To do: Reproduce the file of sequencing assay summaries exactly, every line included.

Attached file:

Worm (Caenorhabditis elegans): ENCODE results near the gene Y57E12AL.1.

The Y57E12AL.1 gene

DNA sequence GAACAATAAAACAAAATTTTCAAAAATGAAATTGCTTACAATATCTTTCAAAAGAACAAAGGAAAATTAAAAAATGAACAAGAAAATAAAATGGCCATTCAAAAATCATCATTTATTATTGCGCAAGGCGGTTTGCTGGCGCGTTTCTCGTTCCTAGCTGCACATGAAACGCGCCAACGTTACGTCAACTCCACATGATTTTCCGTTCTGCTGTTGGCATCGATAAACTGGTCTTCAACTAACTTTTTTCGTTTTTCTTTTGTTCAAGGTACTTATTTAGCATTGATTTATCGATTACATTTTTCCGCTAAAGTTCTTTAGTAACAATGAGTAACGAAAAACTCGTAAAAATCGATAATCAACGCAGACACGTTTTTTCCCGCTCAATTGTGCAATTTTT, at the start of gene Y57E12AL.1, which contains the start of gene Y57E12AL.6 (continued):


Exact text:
Worm (Caenorhabditis elegans): ENCODE results near the gene Y57E12AL.1.

The Y57E12AL.1 gene

DNA sequence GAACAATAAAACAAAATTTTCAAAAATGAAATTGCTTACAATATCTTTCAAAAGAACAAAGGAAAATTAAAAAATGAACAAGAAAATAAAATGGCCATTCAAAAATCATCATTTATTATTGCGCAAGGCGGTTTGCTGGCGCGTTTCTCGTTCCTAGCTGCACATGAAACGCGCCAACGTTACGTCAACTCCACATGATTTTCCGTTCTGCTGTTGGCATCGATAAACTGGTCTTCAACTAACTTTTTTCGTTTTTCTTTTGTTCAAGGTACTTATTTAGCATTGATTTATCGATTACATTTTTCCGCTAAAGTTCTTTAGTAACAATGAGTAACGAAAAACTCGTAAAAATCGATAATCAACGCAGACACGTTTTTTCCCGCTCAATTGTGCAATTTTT, at the start of gene Y57E12AL.1, which contains the start of gene Y57E12AL.6 (continued):